Drum ensemble beats march on
|Posted Dec. 8, 2006|
With practiced uniformity in rock steady rhythms created by swift hand movements, the West African Drum Ensemble and special guests the Kingsmen Alumni Corps Drumline guided the audience into beats varying from the aural tradition to a military-esque marching band style of sound Wednesday in Dailey Theatre.
Issuing a quick succession of slaps known as a “call” on his djembe drum, Steven Biondo, founder and director of the ensemble, jump started the night with “Mendiani,” a rhythm inspired by a dance for young virgins that originated with the Malinke people of northeast Guinea.
Following his lead, his larger than average class carried the next tune, titled “Alou Kassa” through mellow and heavy adjustments in speed, bobbing heads and tapping sometimes bare feet to the continuous and practiced product of more than 20 djembe and dunun drums.
Though many students have repeated the course time and again for additional opportunities to master the art of West African drumming, Biondo said the majority of the class onstage was new, attending weekly practices to reach the level of proficiency demonstrated during the performance.
“You should know that everyone here is new and learned this in basically 12 class sessions; there’s a vocabulary you have to know,” Biondo said as he explained the trio of strokes used — bass, tone and slap — to generate the complex rhythms reverberating through the air.
The rhythms varied in pace, decibel and story, ranging from the jingles and upbeat taps to the drum performed in “Alou Kassa,” initially meant to motivate farmers in the fields of the Guinean Highlands, to the swinging syncopation of “Jata,” a series of modern cadences mimicking a lion’s approach.
Biondo said he tried to incorporate new material into the class each semester but that he frequently brought back audience favorites such as “Favreau,” first measuring the ability of students to play complicated progressions taught in the aural tradition.
“I switch people around at the beginning of class to see what they do best but they kind of gravitate toward what they want to play,” Biondo said.
The performance of “Favreau,” another modern rhythm produced by the Soungalo Coulibaly of Mali, received the most animated participation, with students slapping the drums next to them in unison and exchanging smiles and nods of encouragement.
“It’s because of the breaks; it has more variety and the crowd likes it, so you feed off of the crowd,” said Elide Flores, a senior psychology major and a seventh semester ensemble member.
Biondo said many of his students were new to the stage experience and that he had schooled them in the act of engaging audience participation.
“You don’t want them to have that ‘deer in the headlights’ look, so I warn them and ease them into it,” Biondo said.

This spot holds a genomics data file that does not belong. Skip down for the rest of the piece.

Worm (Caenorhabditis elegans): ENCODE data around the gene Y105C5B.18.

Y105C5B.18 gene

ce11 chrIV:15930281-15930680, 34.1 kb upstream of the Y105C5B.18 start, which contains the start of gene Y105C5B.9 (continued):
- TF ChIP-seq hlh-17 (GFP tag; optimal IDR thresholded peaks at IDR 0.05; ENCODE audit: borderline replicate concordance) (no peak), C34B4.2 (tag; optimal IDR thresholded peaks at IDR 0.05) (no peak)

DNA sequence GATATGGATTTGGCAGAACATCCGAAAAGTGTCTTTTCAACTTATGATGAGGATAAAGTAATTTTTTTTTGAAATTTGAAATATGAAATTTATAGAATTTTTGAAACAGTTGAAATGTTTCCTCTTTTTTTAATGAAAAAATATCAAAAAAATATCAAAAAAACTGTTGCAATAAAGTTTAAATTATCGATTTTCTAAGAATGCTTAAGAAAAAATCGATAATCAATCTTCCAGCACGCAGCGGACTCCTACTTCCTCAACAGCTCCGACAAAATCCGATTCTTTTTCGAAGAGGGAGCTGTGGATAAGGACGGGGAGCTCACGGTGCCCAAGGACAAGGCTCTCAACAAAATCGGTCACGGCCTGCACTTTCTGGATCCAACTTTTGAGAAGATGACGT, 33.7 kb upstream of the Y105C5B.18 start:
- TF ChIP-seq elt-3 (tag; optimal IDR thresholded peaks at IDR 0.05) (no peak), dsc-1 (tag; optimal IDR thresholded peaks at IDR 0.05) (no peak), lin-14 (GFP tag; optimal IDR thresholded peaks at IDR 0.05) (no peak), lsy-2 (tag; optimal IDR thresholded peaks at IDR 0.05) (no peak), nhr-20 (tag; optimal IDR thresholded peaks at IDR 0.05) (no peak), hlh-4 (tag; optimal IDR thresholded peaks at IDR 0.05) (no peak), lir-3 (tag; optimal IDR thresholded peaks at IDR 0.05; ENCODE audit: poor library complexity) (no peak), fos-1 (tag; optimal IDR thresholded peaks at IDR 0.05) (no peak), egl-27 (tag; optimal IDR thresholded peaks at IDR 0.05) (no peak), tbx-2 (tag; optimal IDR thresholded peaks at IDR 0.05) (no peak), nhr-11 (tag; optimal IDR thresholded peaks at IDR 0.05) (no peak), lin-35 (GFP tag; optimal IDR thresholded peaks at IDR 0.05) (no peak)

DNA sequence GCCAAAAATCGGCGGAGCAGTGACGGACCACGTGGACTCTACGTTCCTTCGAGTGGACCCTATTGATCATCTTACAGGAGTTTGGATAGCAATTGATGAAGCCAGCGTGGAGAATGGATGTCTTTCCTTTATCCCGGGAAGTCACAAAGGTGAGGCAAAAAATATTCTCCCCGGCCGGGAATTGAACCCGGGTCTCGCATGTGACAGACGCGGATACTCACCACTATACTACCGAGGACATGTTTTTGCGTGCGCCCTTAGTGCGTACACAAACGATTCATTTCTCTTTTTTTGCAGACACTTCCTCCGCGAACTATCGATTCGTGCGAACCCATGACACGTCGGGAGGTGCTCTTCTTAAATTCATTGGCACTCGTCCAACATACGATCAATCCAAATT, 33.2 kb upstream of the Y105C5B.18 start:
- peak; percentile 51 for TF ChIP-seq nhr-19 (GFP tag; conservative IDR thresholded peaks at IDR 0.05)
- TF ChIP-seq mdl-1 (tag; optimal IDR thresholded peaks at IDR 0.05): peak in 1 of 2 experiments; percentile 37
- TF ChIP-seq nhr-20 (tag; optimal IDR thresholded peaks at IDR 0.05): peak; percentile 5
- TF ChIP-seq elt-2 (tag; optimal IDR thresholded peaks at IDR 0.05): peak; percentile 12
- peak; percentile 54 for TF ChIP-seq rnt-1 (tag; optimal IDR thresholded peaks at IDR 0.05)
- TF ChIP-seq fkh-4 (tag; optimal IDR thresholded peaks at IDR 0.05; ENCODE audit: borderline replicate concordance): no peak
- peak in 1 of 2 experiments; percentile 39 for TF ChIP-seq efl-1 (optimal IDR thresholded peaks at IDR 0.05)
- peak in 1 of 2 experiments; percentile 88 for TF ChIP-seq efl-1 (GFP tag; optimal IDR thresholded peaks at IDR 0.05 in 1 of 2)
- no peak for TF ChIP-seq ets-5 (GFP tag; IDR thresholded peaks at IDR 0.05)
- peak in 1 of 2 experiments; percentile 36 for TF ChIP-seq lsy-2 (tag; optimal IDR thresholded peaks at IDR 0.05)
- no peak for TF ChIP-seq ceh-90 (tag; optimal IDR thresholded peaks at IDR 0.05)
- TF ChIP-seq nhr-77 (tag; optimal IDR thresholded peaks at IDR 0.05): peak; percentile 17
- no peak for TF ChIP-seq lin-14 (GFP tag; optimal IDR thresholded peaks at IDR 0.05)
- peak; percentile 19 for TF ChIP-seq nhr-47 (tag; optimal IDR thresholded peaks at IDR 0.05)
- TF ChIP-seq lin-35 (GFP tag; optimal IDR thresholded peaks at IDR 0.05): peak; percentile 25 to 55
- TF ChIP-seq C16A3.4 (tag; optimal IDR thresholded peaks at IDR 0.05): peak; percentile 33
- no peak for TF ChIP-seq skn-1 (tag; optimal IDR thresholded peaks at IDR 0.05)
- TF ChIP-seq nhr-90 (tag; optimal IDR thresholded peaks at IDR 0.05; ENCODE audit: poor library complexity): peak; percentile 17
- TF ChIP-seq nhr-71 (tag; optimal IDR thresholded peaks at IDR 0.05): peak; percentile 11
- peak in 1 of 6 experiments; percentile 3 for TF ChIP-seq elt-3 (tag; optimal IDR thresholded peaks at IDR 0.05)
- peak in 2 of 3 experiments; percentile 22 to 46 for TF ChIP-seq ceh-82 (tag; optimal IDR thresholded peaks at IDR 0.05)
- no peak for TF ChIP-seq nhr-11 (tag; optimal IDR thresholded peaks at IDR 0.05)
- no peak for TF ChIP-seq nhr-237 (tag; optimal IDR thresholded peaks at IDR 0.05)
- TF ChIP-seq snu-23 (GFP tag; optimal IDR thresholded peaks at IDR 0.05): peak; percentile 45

“When you come out to perform, people are going to clap and I tell [students] they have to give something back, make eye contact; it’s like a circle,” he added.
Once the last beat of “Favreau” sounded, he easily switched gears, dawning a new shirt bearing the Kingsmen logo and a set of tenor drums before taking his place among a large group of drumming professionals.
The drum line was invited to perform with the ensemble to introduce students and audience members to a new sound, also celebrating the 35th anniversary of its first Drum Corps International Championship title, Biondo said.
Displaying fancy handiwork, as blue and white striped drum sticks were tossed into the air and made into additional instruments during short staccato versions of such well known rhythm parts as “George of the Jungle,” the Kingsmen lent a large scale parade vibe to the event.
Biondo also said the stoic expressions on most of the men and women in the drum line were bred from concentration, showing the expertise wrought by more than 40 years of excellence.
“There was a mixed audience; some people come and don’t think they’re going to like one thing and end up liking it all,” Biondo said in response to the large crowd that gathered, whether to see the drum line or the newest incarnation of the popular ensemble.
The different styles of drumming seemingly blended into and complimented one another, proving that various types of percussion can serve as more than behind-the-scenes instruments.
“I didn’t think too highly of drumming before,” said David Duong, a senior business administration major.
“I thought of drums as back-up instruments, but this performance changed my mind,” he added.
Kady Bell can be reached at email@example.com.